Alex Witt, MSNBC, Weekends with Alex WItt

GLB: What’s your favorite part of your job? Least favorite?

AW: My favorite part of the job is covering breaking news. There is no rush like being in the anchor chair with information coming at you from every direction. I love the challenge of delivering the news clearly and accurately to my viewers when it’s chaos in the studio, the control booth, all the while with my Executive Producer talking to me in my ear through my IFB. I’m sure that makes me sound a little bit crazy. But I love it. My least favorite part of the job is waking up in the middle of winter at 4 AM to get to midtown Manhattan to start my day. I never get used to it. But I am really bad at going to bed early enough to better manage it. I’ve got to work on that. Getting my hair and makeup done for air every day is also a pretty fabulous perk. “GLAM Life Blog” totally understands that!

GLB: What advice would you give to a student or young professional just starting out in TV news? You mentioned in a presentation once the importance of finding a niche. What are some other steps you would take if you were beginning your journalism career now?

AW: I think digital journalism is the key thing for up and coming journalists to focus on. Learning the nuances of broadcasting via the internet, rather than a large tv screen. The mechanics of putting a story together are the same of course – marrying words with pictures – but the trick is understanding how to capture the attention of the audience. Finding a niche… immersing yourself in one subject and making yourself an expert in that area can be helpful. But I want to add this: no matter what you set your sights on, don’t take shortcuts to get there. If you do, you won’t last in this business. It’s like trying to learn an aerial without first mastering a cartwheel before you try doing it without using your hands. Create for yourself a solid foundation and build a career from there. Put in the time… do the hard work in a small market and then move up the ladder. Make your mistakes and learn from them.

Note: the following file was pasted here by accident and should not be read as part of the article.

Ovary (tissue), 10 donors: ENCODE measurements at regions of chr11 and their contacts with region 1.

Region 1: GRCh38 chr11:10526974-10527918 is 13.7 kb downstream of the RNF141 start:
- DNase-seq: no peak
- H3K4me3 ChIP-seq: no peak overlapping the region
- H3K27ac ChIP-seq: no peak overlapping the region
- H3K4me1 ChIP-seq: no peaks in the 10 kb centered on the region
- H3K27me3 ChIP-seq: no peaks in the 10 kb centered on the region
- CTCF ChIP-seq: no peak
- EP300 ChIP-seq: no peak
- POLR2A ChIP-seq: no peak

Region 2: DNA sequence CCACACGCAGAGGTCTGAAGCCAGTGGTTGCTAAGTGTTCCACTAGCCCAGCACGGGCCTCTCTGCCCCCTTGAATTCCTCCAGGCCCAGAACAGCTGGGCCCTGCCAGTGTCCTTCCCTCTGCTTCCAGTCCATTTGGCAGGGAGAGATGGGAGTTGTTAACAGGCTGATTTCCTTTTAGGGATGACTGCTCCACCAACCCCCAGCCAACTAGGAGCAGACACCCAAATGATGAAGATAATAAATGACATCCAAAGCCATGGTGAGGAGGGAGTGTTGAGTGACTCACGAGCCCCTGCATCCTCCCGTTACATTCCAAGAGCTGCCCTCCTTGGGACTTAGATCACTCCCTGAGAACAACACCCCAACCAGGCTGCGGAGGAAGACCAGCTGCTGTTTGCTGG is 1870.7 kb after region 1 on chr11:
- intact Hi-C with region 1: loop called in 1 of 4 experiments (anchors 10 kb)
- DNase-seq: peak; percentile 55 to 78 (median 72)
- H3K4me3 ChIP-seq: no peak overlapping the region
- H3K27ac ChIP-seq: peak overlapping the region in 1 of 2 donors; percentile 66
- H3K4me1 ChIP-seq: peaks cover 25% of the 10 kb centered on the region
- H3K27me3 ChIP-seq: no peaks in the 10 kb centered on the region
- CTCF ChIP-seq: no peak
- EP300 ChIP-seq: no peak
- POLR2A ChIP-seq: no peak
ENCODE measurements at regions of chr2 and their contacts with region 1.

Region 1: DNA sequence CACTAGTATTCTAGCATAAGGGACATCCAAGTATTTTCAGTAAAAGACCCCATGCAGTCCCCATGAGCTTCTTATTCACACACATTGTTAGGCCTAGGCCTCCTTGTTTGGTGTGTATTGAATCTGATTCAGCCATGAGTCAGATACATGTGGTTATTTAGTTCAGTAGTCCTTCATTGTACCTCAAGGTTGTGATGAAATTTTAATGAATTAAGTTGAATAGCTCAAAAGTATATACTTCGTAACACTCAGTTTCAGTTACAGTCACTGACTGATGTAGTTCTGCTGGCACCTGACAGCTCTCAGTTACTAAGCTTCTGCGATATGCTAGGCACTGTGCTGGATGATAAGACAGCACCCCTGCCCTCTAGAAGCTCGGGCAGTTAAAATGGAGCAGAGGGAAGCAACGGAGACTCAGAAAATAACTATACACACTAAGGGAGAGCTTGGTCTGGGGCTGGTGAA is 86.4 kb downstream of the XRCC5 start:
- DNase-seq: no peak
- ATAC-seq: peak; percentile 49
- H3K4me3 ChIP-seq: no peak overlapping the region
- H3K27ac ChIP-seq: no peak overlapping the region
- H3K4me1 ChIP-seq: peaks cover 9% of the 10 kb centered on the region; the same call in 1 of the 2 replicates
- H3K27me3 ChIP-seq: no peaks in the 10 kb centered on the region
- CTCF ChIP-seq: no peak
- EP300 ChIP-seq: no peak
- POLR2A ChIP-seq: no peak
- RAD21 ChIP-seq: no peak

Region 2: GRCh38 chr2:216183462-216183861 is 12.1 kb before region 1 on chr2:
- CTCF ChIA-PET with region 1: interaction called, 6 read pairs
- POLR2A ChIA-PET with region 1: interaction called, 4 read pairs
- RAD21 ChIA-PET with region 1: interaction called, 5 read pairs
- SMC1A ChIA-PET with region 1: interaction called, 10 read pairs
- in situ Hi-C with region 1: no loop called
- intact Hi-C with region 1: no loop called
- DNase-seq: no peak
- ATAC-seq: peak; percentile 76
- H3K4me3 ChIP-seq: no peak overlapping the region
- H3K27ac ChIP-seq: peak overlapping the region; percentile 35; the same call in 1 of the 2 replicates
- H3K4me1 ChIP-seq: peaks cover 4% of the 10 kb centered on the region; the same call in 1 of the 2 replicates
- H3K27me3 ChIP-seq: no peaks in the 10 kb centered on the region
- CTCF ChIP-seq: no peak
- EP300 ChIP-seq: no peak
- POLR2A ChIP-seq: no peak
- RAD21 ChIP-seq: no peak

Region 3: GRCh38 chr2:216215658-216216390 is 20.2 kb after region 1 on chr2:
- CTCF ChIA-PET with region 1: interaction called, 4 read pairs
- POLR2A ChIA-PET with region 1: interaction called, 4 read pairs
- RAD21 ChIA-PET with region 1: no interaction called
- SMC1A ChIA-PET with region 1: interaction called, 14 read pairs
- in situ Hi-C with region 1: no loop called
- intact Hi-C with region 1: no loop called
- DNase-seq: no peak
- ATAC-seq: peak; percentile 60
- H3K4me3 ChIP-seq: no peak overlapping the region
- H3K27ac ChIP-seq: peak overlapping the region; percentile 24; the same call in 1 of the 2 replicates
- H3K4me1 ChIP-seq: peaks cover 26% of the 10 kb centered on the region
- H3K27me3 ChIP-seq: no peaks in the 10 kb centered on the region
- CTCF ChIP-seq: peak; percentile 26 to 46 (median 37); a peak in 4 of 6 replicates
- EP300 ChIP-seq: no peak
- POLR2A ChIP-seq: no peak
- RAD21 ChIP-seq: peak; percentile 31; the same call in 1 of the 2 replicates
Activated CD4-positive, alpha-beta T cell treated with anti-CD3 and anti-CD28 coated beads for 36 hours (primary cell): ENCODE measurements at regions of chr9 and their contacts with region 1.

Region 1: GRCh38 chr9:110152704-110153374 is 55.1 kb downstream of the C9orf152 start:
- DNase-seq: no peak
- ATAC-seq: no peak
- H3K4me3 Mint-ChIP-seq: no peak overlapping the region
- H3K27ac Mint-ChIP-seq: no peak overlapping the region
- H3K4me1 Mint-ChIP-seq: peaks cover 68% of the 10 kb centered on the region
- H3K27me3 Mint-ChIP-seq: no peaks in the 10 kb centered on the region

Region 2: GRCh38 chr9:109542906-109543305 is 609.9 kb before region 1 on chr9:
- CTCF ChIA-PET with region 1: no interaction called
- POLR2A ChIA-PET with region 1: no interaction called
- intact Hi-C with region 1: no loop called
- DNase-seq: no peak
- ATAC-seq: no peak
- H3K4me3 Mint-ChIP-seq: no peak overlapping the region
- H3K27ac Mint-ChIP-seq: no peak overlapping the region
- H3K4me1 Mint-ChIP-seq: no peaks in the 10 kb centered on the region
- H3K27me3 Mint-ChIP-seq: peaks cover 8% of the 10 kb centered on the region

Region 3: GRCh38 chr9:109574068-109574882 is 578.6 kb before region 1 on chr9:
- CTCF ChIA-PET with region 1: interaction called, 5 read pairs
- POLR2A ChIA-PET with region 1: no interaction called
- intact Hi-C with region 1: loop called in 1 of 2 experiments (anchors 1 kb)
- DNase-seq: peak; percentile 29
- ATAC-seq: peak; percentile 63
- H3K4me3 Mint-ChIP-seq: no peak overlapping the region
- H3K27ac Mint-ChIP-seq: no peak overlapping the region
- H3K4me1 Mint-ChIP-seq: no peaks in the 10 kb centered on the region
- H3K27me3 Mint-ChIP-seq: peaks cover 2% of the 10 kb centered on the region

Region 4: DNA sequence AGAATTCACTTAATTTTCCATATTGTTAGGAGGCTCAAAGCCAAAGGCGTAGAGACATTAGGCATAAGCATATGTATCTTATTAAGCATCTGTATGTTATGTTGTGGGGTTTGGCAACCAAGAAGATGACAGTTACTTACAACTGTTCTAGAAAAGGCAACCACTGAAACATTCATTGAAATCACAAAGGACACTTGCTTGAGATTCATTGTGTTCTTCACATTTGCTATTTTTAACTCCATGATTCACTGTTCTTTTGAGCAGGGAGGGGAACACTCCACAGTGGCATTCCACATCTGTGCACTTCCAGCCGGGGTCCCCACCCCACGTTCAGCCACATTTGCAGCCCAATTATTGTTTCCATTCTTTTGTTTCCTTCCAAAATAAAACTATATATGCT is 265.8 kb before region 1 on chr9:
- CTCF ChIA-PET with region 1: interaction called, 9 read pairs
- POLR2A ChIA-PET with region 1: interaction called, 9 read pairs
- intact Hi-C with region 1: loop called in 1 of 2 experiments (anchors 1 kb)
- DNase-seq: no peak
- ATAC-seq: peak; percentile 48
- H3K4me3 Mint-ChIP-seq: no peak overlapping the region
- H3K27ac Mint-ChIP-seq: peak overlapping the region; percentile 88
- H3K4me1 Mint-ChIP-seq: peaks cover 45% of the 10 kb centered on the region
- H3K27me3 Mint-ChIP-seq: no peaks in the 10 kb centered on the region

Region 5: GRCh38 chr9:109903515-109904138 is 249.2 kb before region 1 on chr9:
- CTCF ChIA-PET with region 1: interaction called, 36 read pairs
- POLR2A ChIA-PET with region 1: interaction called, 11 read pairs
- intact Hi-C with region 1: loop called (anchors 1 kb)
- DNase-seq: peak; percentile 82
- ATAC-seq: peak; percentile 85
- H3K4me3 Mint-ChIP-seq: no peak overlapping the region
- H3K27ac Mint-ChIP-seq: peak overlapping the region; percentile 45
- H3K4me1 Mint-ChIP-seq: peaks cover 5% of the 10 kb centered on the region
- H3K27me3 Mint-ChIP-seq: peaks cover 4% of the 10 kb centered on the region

GLB: If you could choose one, what has been your proudest accomplishment so far?

AW: My proudest accomplishment is earning the respect and loyalty of my colleagues. I’ve survived 16 years at MSNBC. Hard work, preparing well, being flexible, appreciating your colleagues, and being respectful of the rigors of the industry are all key to turning a job into a career. Many of the people who work directly with me have done so for years. That’s not the norm. I’d like to think they’ve stayed because they value the show we put on the air and enjoy working with me and our team. There’s a fair amount of ego involved in the business. But that can better be translated to being confident. I love what I do and I’m good at it. That said, I never forget that anyone can be replaced. If I’m not sitting in the anchor chair one day, I guarantee the network won’t come out of commercial and point the camera at an empty chair behind the anchor desk. Perspective.

GLB: Finally, where do you see the future of journalism and the media world in general heading?

AW: I’m a little cynical lately at what I sometimes see passing as “journalism.” I can’t tolerate shoddy reporting. Sloppy inaccuracies… using gossip as a story source… copying a story from a news website and posting it without either verifying it or digging deeper into the story… not providing context when it’s needed to fully understand the story… things like that are all too common across the vast universe of news on the ‘net. But seeing what’s happening in USC’s Annenberg School for Communication and Journalism restores my faith in what lies ahead. I am so impressed with what’s available to the students in both the technology and the personnel. Every administrator and professor with whom I have spoken demonstrates the highest standards of journalism. Students are eager to learn and get out there in the working world. And I can’t wait to see what they bring to it.